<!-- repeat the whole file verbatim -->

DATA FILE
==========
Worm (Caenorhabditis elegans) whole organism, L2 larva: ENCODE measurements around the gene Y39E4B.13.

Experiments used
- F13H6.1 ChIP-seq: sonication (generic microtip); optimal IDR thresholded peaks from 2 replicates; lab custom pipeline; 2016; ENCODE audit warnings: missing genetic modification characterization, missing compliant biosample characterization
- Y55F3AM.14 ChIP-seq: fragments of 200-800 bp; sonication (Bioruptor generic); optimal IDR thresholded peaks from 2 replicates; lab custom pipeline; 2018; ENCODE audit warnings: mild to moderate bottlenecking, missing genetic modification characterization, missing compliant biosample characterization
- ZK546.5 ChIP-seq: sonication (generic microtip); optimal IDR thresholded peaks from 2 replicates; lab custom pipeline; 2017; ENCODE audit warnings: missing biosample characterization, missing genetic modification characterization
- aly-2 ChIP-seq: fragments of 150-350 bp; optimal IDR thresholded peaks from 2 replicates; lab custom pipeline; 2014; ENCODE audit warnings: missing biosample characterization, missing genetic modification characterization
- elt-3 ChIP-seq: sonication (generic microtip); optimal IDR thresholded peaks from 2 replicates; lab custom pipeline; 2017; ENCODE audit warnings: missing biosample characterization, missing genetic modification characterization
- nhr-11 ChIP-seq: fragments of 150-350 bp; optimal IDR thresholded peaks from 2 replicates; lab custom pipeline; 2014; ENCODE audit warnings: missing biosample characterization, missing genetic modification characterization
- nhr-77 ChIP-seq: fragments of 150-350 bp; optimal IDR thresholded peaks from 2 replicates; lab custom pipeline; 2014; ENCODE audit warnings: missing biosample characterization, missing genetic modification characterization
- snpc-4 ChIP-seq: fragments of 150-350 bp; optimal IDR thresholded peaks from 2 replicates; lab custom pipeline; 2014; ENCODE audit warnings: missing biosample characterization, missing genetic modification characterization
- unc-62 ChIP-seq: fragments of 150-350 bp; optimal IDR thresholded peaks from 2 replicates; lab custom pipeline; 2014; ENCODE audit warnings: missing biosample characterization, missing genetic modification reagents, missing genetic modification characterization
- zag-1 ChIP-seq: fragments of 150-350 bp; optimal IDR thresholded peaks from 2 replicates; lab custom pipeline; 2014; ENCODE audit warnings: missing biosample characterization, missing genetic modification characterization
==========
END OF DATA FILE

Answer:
Worm (Caenorhabditis elegans) whole organism, L2 larva: ENCODE measurements around the gene Y39E4B.13.

Experiments used
- F13H6.1 ChIP-seq: sonication (generic microtip); optimal IDR thresholded peaks from 2 replicates; lab custom pipeline; 2016; ENCODE audit warnings: missing genetic modification characterization, missing compliant biosample characterization
- Y55F3AM.14 ChIP-seq: fragments of 200-800 bp; sonication (Bioruptor generic); optimal IDR thresholded peaks from 2 replicates; lab custom pipeline; 2018; ENCODE audit warnings: mild to moderate bottlenecking, missing genetic modification characterization, missing compliant biosample characterization
- ZK546.5 ChIP-seq: sonication (generic microtip); optimal IDR thresholded peaks from 2 replicates; lab custom pipeline; 2017; ENCODE audit warnings: missing biosample characterization, missing genetic modification characterization
- aly-2 ChIP-seq: fragments of 150-350 bp; optimal IDR thresholded peaks from 2 replicates; lab custom pipeline; 2014; ENCODE audit warnings: missing biosample characterization, missing genetic modification characterization
- elt-3 ChIP-seq: sonication (generic microtip); optimal IDR thresholded peaks from 2 replicates; lab custom pipeline; 2017; ENCODE audit warnings: missing biosample characterization, missing genetic modification characterization
- nhr-11 ChIP-seq: fragments of 150-350 bp; optimal IDR thresholded peaks from 2 replicates; lab custom pipeline; 2014; ENCODE audit warnings: missing biosample characterization, missing genetic modification characterization
- nhr-77 ChIP-seq: fragments of 150-350 bp; optimal IDR thresholded peaks from 2 replicates; lab custom pipeline; 2014; ENCODE audit warnings: missing biosample characterization, missing genetic modification characterization
- snpc-4 ChIP-seq: fragments of 150-350 bp; optimal IDR thresholded peaks from 2 replicates; lab custom pipeline; 2014; ENCODE audit warnings: missing biosample characterization, missing genetic modification characterization
- unc-62 ChIP-seq: fragments of 150-350 bp; optimal IDR thresholded peaks from 2 replicates; lab custom pipeline; 2014; ENCODE audit warnings: missing biosample characterization, missing genetic modification reagents, missing genetic modification characterization
- zag-1 ChIP-seq: fragments of 150-350 bp; optimal IDR thresholded peaks from 2 replicates; lab custom pipeline; 2014; ENCODE audit warnings: missing biosample characterization, missing genetic modification characterization